Education And Debate

Controversies in Management: Screening asymptomatic people at high risk for hepatitis C

BMJ 1996; 312 doi: https://doi.org/10.1136/bmj.312.7042.1347 (Published 25 May 1996) Cite this as: BMJ 1996;312:1347
  1. Carol A Seymour, professor of clinical biochemistry and metabolisma
  1. aSt George's Hospital Medical School, London SW17 ORE
  • Accepted 13 February 1996

The case for

In some respects hepatitis C is hepatitis B revisited. Years after the discovery of hepatitis B virus and 11 years after development of a safe, efficacious vaccine, consensus has emerged in the international health community that decisive global action against hepatitis B is a necessity.1 Those who doubt that a similar approach will be needed towards hepatitis C point to a relative lack of knowledge of the clinical course of hepatitis C and the efficacy of treatment.

In 1989 hepatitis C virus was cloned and characterised as a positive sense, single stranded RNA genome containing 9400 nucleotides. It is a major cause of post-transfusion hepatitis2; up to 50% of patients commonly progress to chronic hepatitis and 20% to cirrhosis with secondary complications such as hepatocellular carcinoma.3 A problem arises because hepatitis C may have a progressive course to chronic disease occurring over decades, during which time the individual may be symptom free and the disease remain undiagnosed until the patient presents with liver disease or its complications.2 3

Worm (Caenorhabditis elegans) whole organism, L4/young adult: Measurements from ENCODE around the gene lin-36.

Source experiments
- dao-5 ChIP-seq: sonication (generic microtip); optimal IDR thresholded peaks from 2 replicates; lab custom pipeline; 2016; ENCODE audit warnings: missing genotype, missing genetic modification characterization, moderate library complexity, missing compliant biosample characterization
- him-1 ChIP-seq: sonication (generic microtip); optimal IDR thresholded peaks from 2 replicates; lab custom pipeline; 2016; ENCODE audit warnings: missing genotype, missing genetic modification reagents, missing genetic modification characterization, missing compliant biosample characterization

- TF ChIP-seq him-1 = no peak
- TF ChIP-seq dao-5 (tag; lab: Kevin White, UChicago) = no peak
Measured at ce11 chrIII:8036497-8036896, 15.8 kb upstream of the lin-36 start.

Likely size of the problem

In the United States 3.5 million people are estimated to have chronic hepatitis C; of these, 8000-10000 die of liver related complications and 1000 undergo liver transplantation.4 Around 23% of patients given a transplant had hepatitis C virus, and 19% of those given transplants for seronegative cryptogenic cirrhosis developed hepatitis C after transplantation.4 5 Prevalence is similar in Europe and higher in Japan and other eastern countries.

The hepatitis C virus is transmitted parenterally through blood, blood products, injecting drug misuse, and tattooing, as well as by sexual6 and household transmission. Serological identification of hepatitis C virus by second and …

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